The current Constitution of the State of Maryland was ratified on September 18, 1867. It is the fourth constitution of the state replacing the Maryland Constitution of 1864.
The Maryland Constitution begins with a Declaration of Rights and guarantees trial by jury, due process, freedom of the press and of religion. Moreover, it forbids the passage of ex post facto laws and cruel and unusual punishment.
The Constitution explicitly provides the separation of powers doctrine by clearly stating that “the Legislative, Executive and Judicial powers of Government ought to be forever separate and distinct from each other; and no person exercising the functions of one of said Departments shall assume or discharge the duties of any other.”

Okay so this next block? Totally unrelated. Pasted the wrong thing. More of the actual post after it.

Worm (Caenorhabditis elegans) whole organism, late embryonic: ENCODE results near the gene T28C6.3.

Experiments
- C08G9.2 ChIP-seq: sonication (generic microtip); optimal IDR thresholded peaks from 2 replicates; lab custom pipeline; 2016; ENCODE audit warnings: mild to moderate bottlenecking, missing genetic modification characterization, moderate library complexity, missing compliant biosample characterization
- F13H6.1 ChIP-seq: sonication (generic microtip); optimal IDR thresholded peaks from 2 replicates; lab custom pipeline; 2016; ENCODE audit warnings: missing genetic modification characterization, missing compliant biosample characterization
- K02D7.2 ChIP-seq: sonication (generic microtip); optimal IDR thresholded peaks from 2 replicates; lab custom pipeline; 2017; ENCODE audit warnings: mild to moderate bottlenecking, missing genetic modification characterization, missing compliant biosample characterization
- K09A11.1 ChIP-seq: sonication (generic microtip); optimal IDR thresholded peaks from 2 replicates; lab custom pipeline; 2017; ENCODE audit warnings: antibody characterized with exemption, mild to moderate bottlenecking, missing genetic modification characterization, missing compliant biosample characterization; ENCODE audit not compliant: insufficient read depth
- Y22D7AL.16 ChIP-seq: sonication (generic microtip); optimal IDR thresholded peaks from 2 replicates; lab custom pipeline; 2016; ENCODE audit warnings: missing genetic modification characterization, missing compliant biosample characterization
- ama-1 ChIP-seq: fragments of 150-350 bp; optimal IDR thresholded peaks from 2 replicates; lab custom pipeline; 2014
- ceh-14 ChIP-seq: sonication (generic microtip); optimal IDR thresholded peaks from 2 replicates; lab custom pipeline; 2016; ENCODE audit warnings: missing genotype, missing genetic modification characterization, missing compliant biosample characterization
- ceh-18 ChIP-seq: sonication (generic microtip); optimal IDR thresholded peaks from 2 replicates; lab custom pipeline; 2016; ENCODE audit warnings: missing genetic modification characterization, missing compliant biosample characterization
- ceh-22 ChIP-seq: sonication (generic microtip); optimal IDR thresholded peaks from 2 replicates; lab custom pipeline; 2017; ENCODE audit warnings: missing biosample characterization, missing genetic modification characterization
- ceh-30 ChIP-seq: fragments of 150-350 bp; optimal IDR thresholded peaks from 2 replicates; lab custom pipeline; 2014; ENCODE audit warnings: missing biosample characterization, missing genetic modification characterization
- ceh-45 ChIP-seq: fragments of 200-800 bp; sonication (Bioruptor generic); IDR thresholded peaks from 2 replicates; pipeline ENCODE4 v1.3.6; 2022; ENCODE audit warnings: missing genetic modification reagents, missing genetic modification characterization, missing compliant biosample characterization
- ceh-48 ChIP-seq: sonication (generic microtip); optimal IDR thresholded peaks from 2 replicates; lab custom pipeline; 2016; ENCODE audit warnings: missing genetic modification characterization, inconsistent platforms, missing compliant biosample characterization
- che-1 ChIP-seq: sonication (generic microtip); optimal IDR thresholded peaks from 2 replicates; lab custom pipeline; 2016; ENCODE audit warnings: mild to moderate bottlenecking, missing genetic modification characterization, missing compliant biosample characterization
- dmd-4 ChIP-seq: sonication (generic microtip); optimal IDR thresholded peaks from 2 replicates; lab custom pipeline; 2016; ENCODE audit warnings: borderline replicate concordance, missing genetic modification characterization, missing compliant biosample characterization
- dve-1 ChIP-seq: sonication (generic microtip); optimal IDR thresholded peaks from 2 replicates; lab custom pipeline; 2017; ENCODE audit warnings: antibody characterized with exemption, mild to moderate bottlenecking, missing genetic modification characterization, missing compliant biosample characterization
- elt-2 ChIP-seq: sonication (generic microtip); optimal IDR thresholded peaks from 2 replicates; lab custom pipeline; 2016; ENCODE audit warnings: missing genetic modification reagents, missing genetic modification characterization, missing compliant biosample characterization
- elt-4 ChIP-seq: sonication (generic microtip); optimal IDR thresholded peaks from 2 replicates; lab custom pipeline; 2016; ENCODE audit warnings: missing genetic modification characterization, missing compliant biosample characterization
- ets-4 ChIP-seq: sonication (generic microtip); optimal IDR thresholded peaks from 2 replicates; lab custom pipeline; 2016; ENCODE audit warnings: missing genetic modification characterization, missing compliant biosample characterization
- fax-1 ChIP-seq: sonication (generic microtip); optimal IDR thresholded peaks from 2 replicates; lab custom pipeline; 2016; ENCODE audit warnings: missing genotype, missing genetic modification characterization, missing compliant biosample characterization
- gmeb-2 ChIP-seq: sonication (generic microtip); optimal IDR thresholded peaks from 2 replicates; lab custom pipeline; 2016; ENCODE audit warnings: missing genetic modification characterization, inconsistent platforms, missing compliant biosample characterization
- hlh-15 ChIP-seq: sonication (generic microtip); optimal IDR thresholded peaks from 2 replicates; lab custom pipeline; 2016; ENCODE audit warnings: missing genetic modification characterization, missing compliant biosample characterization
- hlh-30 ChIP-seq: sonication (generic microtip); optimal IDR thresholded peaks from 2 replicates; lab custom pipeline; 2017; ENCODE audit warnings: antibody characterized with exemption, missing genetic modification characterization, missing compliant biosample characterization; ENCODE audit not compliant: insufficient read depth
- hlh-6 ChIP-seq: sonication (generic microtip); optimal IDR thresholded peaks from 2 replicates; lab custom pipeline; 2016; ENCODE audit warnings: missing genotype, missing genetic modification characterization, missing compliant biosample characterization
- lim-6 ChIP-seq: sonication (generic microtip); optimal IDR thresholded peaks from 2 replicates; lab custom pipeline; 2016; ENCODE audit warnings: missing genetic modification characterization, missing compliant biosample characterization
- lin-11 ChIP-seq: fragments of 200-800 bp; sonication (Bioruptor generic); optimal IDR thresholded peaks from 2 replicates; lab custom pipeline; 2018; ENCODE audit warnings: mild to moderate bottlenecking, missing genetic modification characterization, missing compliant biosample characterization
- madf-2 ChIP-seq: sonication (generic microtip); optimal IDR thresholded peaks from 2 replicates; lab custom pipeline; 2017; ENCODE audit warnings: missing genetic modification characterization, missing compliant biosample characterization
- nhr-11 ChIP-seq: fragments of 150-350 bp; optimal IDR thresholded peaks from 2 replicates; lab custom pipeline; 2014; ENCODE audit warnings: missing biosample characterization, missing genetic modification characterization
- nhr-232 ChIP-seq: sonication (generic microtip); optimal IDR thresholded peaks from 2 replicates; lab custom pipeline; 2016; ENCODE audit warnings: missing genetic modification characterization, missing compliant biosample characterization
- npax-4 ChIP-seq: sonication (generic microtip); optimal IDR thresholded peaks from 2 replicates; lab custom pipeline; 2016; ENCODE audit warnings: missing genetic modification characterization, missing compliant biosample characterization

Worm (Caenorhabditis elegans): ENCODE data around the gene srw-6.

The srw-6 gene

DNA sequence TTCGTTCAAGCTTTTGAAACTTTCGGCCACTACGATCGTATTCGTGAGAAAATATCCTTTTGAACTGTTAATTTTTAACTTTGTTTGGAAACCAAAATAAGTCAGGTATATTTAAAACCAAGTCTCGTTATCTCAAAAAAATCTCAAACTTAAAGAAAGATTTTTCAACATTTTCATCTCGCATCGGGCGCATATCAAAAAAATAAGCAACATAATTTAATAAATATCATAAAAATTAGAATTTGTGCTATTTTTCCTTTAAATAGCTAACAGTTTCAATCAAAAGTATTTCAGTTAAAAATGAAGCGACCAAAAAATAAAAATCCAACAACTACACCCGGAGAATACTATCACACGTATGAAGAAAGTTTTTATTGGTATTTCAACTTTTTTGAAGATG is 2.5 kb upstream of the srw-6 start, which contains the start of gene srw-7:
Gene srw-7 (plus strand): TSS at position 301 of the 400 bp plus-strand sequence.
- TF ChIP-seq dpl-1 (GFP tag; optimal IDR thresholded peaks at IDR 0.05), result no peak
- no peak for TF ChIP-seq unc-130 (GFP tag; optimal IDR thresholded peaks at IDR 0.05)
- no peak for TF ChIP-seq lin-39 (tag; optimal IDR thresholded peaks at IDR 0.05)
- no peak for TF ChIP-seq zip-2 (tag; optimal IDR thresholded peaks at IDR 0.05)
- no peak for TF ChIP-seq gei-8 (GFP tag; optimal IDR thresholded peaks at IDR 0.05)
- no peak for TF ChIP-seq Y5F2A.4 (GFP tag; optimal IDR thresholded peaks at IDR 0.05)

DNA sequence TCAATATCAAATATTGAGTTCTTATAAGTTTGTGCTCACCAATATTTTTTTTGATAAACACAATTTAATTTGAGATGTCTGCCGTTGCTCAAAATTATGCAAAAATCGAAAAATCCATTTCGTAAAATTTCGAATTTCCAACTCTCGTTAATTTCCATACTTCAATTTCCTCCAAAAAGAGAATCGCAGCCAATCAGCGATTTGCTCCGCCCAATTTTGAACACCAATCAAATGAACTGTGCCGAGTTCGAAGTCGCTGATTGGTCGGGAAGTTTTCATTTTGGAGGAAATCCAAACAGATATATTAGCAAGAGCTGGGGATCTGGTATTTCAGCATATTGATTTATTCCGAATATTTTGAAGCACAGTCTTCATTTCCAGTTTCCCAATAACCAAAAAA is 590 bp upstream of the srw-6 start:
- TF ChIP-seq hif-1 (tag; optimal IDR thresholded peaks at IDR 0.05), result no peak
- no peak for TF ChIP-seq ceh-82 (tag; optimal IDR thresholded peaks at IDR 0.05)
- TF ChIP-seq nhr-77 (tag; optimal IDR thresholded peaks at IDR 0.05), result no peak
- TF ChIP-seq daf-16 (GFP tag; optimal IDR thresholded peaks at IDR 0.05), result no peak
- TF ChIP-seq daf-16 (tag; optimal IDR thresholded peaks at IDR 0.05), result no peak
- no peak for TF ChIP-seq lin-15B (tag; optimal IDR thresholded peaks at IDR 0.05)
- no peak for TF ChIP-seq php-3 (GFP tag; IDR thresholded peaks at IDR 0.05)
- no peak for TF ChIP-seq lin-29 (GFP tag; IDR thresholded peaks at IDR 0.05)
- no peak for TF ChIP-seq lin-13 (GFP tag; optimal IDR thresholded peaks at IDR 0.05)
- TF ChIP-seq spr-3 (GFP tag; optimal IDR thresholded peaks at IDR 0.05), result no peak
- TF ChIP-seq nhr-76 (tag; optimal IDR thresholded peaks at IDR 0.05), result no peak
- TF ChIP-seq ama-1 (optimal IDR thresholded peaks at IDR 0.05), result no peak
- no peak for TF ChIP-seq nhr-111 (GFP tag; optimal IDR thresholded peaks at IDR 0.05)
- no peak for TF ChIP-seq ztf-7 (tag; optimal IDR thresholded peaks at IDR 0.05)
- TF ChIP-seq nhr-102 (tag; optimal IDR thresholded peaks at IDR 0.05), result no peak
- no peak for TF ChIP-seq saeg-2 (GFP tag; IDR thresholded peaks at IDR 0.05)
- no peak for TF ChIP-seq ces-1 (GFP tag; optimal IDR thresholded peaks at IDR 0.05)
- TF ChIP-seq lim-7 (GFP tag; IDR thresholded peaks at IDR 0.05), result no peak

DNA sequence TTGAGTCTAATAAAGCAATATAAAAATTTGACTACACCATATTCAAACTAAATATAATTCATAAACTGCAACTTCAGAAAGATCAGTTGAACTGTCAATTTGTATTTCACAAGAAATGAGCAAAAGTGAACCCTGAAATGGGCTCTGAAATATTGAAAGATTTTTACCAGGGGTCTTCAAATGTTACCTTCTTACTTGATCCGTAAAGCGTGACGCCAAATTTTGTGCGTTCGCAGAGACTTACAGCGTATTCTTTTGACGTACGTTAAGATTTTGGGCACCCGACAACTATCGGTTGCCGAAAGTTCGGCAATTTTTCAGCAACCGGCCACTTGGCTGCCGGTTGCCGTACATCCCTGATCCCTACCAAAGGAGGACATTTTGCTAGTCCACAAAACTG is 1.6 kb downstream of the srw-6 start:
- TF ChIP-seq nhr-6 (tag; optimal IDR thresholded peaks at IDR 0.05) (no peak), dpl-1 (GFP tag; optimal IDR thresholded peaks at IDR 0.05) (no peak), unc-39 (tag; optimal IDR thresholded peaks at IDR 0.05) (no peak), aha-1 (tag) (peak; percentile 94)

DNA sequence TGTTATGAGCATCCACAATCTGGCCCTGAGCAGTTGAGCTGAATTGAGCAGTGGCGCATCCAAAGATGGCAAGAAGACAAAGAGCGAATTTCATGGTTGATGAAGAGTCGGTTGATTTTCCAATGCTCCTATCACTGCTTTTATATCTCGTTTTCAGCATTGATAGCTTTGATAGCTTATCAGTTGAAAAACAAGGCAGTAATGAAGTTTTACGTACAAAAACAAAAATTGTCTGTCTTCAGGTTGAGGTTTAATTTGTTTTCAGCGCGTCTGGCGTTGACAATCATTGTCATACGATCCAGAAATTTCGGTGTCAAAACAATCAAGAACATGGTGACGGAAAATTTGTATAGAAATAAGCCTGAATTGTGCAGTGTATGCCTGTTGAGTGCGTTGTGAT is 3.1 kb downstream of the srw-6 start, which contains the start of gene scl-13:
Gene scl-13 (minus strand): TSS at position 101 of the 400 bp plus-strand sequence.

Under Article 14, the constitution can be amended by:
- a legislatively-referred constitutional amendment.
- a constitutional convention.
Article 14 also provides that in order to become part of the constitution, the proposed amendment must be approved by a majority vote statewide and specifically in the county to which it exclusively applies.